Tuesday, January 11, 2011


This post duplicates what I wrote in my professional blog.

I observed a couple of interesting things during the course of the 25 hour reading event. Also, I just saw the results of the Book Industry Study Group survey that showed that 75 percent of college students prefer print textbooks over electronic versions.

Observation 1: books outnumbered Kindle/Nook/iPad reading devices by about the same proportion as last year. Everywhere I looked, I saw folks with well-thumbed paperback or hardcover copies of Moby Dick. iPad and Kindle seemed to be the leaders among the devices this year rather than Nook. That most likely has to do with the fact that last year's event featured the Nook, with four of them on loan from Barnes & Noble.  Where last year there were people wandering around looking for outlets to charge the Nooks, I seemed to be the only outlet seeker this year and that was for my iPod touch, which I used more for Twitter access than for reading along, although I did alternate between my beloved Modern Library edition and the Project Gutenberg e-text in Stanza (Hmm, there's another subject for an entry -- why I like Stanza better than iBooks, Bluefire, and Google Reader).

Reading along during Cetology chapter in the Sperm Whale gallery

Observation 2: Most of the folks using ereader devices were older. They had gray hair. This doesn't fit with mashable.com's representation of people over 50.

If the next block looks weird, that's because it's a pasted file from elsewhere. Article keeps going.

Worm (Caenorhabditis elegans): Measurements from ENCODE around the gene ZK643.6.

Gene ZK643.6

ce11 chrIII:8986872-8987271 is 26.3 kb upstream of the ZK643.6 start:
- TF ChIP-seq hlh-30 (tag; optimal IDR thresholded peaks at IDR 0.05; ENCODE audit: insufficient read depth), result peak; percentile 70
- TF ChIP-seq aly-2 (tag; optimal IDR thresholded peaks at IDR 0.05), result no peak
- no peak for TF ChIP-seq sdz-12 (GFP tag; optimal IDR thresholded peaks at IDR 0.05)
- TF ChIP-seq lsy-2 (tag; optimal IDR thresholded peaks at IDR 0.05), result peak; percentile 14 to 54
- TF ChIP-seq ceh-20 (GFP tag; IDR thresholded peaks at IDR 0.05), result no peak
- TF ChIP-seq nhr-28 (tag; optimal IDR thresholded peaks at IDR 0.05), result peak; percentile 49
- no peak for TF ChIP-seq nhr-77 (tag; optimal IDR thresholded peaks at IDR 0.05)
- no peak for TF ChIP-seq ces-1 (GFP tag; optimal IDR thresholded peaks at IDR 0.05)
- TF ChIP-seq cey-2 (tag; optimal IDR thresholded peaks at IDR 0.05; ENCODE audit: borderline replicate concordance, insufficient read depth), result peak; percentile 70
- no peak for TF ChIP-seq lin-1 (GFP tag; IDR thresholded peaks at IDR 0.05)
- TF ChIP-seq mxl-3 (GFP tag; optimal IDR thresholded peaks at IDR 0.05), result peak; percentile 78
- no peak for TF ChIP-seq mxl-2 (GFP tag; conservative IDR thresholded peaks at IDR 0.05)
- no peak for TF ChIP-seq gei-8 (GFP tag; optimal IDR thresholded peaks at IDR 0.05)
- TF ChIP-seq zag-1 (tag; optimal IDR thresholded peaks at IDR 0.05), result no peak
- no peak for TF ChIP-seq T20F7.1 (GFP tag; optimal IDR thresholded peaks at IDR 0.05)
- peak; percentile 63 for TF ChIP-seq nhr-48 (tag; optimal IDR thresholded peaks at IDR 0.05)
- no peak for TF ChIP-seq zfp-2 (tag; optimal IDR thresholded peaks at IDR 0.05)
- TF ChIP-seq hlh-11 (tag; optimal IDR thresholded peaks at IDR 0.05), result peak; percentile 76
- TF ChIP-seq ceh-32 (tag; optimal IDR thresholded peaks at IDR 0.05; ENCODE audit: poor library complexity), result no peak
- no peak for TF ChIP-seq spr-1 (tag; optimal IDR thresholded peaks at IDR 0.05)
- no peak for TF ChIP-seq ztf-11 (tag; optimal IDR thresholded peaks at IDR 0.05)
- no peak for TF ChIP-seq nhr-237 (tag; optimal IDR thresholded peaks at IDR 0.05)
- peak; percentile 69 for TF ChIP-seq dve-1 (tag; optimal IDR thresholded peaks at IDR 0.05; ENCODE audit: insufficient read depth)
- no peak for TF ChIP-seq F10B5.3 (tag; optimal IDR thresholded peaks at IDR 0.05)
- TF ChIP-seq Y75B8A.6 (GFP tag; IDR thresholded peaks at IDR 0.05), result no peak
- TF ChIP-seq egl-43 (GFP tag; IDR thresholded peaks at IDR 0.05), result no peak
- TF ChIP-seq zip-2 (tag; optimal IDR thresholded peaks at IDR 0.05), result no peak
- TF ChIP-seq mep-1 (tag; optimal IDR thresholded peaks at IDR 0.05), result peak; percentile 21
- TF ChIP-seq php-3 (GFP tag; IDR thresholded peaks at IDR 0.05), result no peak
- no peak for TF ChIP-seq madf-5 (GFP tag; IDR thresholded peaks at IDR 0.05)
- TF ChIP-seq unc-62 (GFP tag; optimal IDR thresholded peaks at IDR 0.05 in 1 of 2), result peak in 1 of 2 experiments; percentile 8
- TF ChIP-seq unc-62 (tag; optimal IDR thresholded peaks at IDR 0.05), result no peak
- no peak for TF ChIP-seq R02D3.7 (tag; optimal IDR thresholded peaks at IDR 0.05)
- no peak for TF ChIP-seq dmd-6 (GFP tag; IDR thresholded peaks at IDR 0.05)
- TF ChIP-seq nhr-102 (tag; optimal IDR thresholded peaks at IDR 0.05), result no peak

Following along while waiting his turn to read in the Jacobs Family Gallery
Some people, besides me with my iPod Touch, were using both types of reading platforms. One guy was even using both at once.  I'm not sure what that added, but it was interesting to see.

Cetology chapter on paper and e-book at once

Observation 3: There was a strong social media component to the marathon this year with live streaming on the web and a designated hashtag (#mdm15) for tweeting during the event. One thing I tried was tweeting from within Stanza while reading. Alas, Stanza and my Twitter account were not getting along. However, I was able to share passages on Facebook directly from Stanza.  My iPod Touch battery was not up to the endurance test of the marathon, but my battered Modern Library edition (with the Rockwell Kent illustrations) held up just fine.

I don't know why Kindle and iPad haven't made more inroads into the Melville afficionado community anymore than I know why college students still prefer books.

My observations at the Moby Dick Marathon fit with observations I made last fall on a walk in India Point Park on Columbus Day. People are still reading paper books. Somebody needs to do more research on why this is.


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